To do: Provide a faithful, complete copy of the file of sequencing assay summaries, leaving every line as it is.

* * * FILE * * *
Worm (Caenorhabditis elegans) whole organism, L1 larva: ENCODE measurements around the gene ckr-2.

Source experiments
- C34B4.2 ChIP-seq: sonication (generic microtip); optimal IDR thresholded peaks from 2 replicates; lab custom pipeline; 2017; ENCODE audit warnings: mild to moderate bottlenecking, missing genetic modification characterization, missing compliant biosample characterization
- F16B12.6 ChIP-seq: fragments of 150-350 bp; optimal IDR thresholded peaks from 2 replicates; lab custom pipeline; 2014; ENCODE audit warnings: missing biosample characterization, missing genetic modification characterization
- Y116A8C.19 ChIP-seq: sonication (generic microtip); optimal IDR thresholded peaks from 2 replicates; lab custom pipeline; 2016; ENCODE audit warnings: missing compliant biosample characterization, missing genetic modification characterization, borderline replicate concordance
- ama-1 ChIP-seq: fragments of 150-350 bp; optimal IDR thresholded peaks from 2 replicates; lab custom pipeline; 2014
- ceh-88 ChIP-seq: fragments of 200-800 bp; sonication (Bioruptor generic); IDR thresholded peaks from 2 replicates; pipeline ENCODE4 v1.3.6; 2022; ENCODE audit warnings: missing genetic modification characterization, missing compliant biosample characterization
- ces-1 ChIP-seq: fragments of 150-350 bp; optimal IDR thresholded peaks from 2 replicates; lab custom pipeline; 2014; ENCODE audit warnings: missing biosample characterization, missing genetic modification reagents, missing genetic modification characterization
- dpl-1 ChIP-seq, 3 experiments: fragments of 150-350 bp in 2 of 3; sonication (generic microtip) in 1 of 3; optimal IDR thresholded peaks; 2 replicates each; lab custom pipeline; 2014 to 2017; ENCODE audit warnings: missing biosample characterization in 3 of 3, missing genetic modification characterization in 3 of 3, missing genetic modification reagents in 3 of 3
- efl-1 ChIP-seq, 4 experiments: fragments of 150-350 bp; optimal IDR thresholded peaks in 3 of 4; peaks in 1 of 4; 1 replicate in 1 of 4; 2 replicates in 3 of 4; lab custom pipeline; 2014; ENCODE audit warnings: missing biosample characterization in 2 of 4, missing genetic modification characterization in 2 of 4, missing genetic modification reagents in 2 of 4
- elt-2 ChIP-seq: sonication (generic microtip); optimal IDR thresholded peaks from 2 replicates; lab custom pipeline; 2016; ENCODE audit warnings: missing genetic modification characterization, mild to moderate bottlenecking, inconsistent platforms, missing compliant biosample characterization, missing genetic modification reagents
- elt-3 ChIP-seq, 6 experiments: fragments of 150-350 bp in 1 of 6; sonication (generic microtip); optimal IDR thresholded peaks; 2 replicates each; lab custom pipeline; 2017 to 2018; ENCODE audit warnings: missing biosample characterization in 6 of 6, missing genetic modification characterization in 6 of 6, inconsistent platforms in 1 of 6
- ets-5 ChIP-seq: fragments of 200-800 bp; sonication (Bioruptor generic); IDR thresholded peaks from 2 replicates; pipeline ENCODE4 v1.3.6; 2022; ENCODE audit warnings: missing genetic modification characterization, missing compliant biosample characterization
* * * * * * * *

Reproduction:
Worm (Caenorhabditis elegans) whole organism, L1 larva: ENCODE measurements around the gene ckr-2.

Source experiments
- C34B4.2 ChIP-seq: sonication (generic microtip); optimal IDR thresholded peaks from 2 replicates; lab custom pipeline; 2017; ENCODE audit warnings: mild to moderate bottlenecking, missing genetic modification characterization, missing compliant biosample characterization
- F16B12.6 ChIP-seq: fragments of 150-350 bp; optimal IDR thresholded peaks from 2 replicates; lab custom pipeline; 2014; ENCODE audit warnings: missing biosample characterization, missing genetic modification characterization
- Y116A8C.19 ChIP-seq: sonication (generic microtip); optimal IDR thresholded peaks from 2 replicates; lab custom pipeline; 2016; ENCODE audit warnings: missing compliant biosample characterization, missing genetic modification characterization, borderline replicate concordance
- ama-1 ChIP-seq: fragments of 150-350 bp; optimal IDR thresholded peaks from 2 replicates; lab custom pipeline; 2014
- ceh-88 ChIP-seq: fragments of 200-800 bp; sonication (Bioruptor generic); IDR thresholded peaks from 2 replicates; pipeline ENCODE4 v1.3.6; 2022; ENCODE audit warnings: missing genetic modification characterization, missing compliant biosample characterization
- ces-1 ChIP-seq: fragments of 150-350 bp; optimal IDR thresholded peaks from 2 replicates; lab custom pipeline; 2014; ENCODE audit warnings: missing biosample characterization, missing genetic modification reagents, missing genetic modification characterization
- dpl-1 ChIP-seq, 3 experiments: fragments of 150-350 bp in 2 of 3; sonication (generic microtip) in 1 of 3; optimal IDR thresholded peaks; 2 replicates each; lab custom pipeline; 2014 to 2017; ENCODE audit warnings: missing biosample characterization in 3 of 3, missing genetic modification characterization in 3 of 3, missing genetic modification reagents in 3 of 3
- efl-1 ChIP-seq, 4 experiments: fragments of 150-350 bp; optimal IDR thresholded peaks in 3 of 4; peaks in 1 of 4; 1 replicate in 1 of 4; 2 replicates in 3 of 4; lab custom pipeline; 2014; ENCODE audit warnings: missing biosample characterization in 2 of 4, missing genetic modification characterization in 2 of 4, missing genetic modification reagents in 2 of 4
- elt-2 ChIP-seq: sonication (generic microtip); optimal IDR thresholded peaks from 2 replicates; lab custom pipeline; 2016; ENCODE audit warnings: missing genetic modification characterization, mild to moderate bottlenecking, inconsistent platforms, missing compliant biosample characterization, missing genetic modification reagents
- elt-3 ChIP-seq, 6 experiments: fragments of 150-350 bp in 1 of 6; sonication (generic microtip); optimal IDR thresholded peaks; 2 replicates each; lab custom pipeline; 2017 to 2018; ENCODE audit warnings: missing biosample characterization in 6 of 6, missing genetic modification characterization in 6 of 6, inconsistent platforms in 1 of 6
- ets-5 ChIP-seq: fragments of 200-800 bp; sonication (Bioruptor generic); IDR thresholded peaks from 2 replicates; pipeline ENCODE4 v1.3.6; 2022; ENCODE audit warnings: missing genetic modification characterization, missing compliant biosample characterization